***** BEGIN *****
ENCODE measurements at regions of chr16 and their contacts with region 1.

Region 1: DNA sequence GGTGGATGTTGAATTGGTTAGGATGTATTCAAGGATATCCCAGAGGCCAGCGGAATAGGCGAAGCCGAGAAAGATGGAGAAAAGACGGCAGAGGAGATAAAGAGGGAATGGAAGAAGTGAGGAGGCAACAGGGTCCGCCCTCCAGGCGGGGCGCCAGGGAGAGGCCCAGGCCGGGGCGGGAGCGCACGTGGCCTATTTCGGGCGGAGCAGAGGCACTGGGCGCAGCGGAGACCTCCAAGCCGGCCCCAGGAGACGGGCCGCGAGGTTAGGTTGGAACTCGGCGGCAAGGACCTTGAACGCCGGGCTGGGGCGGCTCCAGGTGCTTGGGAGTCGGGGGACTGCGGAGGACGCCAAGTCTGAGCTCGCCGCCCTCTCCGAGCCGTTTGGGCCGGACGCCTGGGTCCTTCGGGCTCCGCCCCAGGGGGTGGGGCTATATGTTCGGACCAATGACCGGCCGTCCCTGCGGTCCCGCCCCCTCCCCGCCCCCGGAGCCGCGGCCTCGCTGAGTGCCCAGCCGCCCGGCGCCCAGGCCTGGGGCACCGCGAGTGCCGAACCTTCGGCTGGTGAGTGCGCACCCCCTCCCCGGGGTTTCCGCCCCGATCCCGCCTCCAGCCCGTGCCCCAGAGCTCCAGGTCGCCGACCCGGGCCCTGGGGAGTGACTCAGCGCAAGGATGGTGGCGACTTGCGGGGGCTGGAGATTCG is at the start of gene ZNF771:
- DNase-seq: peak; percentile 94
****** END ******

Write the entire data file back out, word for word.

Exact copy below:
ENCODE measurements at regions of chr16 and their contacts with region 1.

Region 1: DNA sequence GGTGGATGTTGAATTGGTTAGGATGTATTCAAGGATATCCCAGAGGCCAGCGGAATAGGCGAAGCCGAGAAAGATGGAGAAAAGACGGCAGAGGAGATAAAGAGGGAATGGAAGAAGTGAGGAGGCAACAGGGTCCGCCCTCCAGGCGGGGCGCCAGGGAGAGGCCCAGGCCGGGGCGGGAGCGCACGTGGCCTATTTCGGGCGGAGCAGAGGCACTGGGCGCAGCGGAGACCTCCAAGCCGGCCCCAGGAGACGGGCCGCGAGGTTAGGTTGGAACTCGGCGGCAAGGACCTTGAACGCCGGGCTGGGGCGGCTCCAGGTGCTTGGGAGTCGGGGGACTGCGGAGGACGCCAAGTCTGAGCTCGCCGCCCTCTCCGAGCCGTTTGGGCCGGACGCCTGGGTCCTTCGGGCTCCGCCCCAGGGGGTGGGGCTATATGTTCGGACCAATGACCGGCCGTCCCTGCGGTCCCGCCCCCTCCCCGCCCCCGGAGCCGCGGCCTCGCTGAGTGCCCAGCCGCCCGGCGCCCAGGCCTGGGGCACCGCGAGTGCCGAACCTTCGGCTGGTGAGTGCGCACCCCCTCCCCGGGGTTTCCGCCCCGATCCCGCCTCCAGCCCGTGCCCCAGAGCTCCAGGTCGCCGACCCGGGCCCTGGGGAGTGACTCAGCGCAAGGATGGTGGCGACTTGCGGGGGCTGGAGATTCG is at the start of gene ZNF771:
- DNase-seq: peak; percentile 94